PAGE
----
The windy isles

The windy isles EOLICSA
06 Aug
2016
The Galápagos islands take steps towards a fossil fuel-free future, as San Cristóbal’s wind and solar capacity is significantly expanded

On 16 January 2001, the tanker Jessica was delivering 240,000 gallons of diesel and intermediate fuel oil to a dispatch station on Baltra Island, Galápagos Islands, when it ran aground on Wreck Bay, San Cristóbal. Fuel began gushing from a tear in the ship’s hull, a serious threat to the sensitive ecosystem. Only the quick actions of the US coast guard and some favourable sea currents prevented the incident turning into a major environmental disaster.

It was the perfect illustration of the risks the islands were running on a regular basis, shipping large quantities of diesel over from the mainland in order to keep the then 18,000 (now 30,000) inhabitants’ lights on, and why, for several years, the government of Ecuador had been developing a project to begin construction of renewable energy sources on San Cristóbal, the second-largest of the islands. Completed in 2007, the San Cristóbal Wind Project (SCWP) now consists of three 51m-tall wind turbines and a pair of solar panels, which are estimated to have saved 8.7 million litres of diesel and 21,000 tonnes of carbon dioxide emissions over the last eight years and currently supply 30 per cent of the island’s energy needs.

Wind farms will not be more detrimental to petrels than other existing man-made structures

Now plans are afoot for a major expansion to the current operation, with the ultimate goal being the elimination of fossil fuels from the energy supply entirely. The plan is to meet the anticipated 60 per cent increase in electricity demand by 2024 by erecting a fourth turbine, alongside greater solar capacity and a battery storage system.

One concern in relation to the SCWP is whether additional wind turbines could have an adverse effect on the isolated bird populations of the 19 islands, including the famous blue-footed booby and the endemic Galápagos petrel, listed as ‘critically endangered’ by the IUCN (International Union for Conservation of Nature). A 2010 study by scientists affiliated with the Charles Darwin Foundation determined that ‘wind farms will not be more detrimental to petrels than other existing man-made structures’, largely thanks to the turbines being located on a hill known as El Tropezón, an agricultural area distant from nesting sites. No petrels are known to have been injured by wind turbines during the past eight years, however the study did propose the implementation of a monitoring program, to assess long-term effects.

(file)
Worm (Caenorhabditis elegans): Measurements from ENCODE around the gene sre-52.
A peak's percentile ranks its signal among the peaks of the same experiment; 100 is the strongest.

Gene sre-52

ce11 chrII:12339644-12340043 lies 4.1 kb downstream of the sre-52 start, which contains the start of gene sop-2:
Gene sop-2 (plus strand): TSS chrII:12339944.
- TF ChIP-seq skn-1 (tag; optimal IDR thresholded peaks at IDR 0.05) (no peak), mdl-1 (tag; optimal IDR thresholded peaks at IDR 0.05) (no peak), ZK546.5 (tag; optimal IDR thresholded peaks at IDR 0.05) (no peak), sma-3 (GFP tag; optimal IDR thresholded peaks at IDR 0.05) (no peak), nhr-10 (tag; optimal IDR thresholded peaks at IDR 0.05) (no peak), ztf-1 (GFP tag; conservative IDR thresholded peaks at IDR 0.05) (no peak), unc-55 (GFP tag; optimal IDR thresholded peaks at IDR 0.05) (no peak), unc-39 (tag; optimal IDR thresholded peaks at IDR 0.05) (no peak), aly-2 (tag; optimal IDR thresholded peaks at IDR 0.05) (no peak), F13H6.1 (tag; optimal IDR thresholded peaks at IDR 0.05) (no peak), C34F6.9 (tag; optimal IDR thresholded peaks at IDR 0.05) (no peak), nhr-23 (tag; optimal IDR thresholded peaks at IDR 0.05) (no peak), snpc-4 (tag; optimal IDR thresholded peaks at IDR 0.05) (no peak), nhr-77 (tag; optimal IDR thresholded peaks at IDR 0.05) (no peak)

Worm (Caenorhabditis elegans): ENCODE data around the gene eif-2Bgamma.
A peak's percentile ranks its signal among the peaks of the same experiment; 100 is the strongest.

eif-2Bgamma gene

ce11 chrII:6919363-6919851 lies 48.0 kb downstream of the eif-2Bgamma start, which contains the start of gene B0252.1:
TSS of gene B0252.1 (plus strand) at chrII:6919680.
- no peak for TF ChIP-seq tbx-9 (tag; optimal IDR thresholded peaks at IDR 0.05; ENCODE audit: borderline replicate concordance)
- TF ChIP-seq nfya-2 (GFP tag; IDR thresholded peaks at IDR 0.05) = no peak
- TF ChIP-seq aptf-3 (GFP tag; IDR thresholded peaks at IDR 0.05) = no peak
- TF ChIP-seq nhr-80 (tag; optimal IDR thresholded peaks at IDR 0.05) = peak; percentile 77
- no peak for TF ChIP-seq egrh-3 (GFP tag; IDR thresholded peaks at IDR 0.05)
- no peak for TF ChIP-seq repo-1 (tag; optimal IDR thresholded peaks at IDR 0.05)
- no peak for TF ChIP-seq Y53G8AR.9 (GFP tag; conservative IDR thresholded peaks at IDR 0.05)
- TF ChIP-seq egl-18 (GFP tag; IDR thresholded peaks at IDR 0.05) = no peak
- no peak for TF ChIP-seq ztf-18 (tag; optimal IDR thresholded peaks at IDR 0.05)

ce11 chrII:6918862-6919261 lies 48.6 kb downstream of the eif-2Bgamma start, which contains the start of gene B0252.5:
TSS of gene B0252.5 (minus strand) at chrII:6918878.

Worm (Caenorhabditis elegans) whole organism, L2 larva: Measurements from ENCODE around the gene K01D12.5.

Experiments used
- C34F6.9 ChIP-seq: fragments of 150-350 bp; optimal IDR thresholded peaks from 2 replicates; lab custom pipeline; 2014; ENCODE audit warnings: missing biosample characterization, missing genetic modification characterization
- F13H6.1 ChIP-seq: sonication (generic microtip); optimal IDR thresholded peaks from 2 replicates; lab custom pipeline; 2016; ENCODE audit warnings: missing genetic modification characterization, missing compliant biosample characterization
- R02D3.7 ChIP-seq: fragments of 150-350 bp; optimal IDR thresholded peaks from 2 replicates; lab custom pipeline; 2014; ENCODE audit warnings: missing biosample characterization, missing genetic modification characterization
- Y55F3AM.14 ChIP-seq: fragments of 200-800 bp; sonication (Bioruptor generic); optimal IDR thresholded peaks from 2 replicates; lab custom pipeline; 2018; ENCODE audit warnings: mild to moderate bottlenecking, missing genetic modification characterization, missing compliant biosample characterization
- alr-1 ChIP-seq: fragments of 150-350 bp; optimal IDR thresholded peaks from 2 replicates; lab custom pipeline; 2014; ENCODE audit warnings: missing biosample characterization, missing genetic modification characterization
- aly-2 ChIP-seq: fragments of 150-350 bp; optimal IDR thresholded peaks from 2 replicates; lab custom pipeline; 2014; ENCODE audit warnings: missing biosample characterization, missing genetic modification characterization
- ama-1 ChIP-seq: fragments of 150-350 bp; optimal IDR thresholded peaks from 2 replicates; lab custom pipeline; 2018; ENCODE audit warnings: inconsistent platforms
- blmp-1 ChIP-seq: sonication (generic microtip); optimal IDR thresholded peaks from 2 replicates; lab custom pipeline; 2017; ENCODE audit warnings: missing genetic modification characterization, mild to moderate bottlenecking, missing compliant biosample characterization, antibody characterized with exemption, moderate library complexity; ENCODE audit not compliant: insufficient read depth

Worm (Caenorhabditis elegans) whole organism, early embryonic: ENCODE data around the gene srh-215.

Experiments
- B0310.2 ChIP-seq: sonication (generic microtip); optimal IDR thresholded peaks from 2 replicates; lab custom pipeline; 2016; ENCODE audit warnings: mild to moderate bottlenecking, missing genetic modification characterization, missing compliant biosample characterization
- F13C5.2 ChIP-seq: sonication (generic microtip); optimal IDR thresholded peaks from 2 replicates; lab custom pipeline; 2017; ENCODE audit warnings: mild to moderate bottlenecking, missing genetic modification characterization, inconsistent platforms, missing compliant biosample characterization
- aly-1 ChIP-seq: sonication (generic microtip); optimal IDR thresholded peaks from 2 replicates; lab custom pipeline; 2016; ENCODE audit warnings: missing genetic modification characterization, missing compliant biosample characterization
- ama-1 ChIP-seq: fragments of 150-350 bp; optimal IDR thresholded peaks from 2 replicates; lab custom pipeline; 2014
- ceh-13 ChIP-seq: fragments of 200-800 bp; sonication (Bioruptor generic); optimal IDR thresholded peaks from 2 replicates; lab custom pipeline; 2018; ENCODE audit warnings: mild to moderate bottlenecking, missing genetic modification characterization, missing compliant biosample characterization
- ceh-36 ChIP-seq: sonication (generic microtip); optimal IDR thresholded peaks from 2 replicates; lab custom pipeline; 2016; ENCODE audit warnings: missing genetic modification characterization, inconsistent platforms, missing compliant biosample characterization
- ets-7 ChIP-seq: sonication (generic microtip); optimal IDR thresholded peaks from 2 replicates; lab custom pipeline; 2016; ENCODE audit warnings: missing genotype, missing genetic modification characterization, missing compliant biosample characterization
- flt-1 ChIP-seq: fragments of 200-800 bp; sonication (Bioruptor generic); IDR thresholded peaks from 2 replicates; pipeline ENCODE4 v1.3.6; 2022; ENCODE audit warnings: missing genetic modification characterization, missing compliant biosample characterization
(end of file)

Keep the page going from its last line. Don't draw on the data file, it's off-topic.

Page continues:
This was published in the August 2016 edition of Geographical magazine.

Share this story...

Submit to FacebookSubmit to Google PlusSubmit to Twitter

Related items

Geographical Week

Get the best of Geographical delivered straight to your inbox every Friday.

Subscribe Today

EDUCATION PARTNERS

Aberystwyth UniversityUniversity of GreenwichThe University of Winchester

TRAVEL PARTNERS

Ponant

Silversea

Travel the Unknown

DOSSIERS

Like longer reads? Try our in-depth dossiers that provide a comprehensive view of each topic

  • The Air That We Breathe
    Cities the world over are struggling to improve air quality as scandals surrounding diesel car emissions come to light and the huge health costs of po...
    Diabetes: The World at Risk
    Diabetes is often thought of as a ‘western’ problem, one linked to the developed world’s overindulgence in fatty foods and chronic lack of physi...
    National Clean Air Day
    For National Clean Air Day, Geographical brings together stories about air pollution and the kind of solutions needed to tackle it ...
    The Nuclear Power Struggle
    The UK appears to be embracing nuclear, a huge U-turn on government policy from just two years ago. Yet this seems to be going against the grain globa...
    When the wind blows
    With 1,200 wind turbines due to be built in the UK this year, Mark Rowe explores the continuing controversy surrounding wind power and discusses the e...

MORE DOSSIERS

NEVER MISS A STORY - follow Geographical

Want to stay up to date with breaking Geographical stories? Join the thousands following us on Twitter, Facebook and Instagram and stay informed about the world.

More articles in NATURE...

Geophoto

Iceland is a sparsely populated country with one of the…

Wildlife

Baltic seals and fish-eating bird populations are increasing and could…

Oceans

The UN has committed to completely stopping plastic waste from…

Wildlife

The world’s most endangered marine mammal has just been thrown…

Climate

Sixty-two of the natural World Heritage Sites are now at…

Oceans

In February 2015, maritime lawyer and cold water swimmer Lewis…

Climate

Water, water may be everywhere, but as Marco Magrini discovers,…

Energy

A deeper look at Scotland’s recent decision to ban the…

Climate

The discovery of increasing levels of ozone-depleting compounds being emitted…

Geophoto

November is a dark, quiet month, but it also marks…

Energy

Could human waste one day be fuelling our homes and…

Geophoto

Every year, the LPOTY awards celebrate the best in Britain’s…

Climate

At the 23rd Convention of the Parties (COP) climate change…

Oceans

Knowing where past coral reefs existed is a crucial component…

Oceans

Numerous low-lying Pacific islands have disappeared under rising seas

Oceans

In this exclusive film for Geographical, see how an unusually…

Climate

Marco Magrini considers why the recent devastation caused by hurricanes…

Geophoto

Country borders are some of the most controlled environments on…

Wildlife

Nature reserves and protected areas in Germany have lost 76…

Oceans

An investigation into shark fins and ray gills sold in…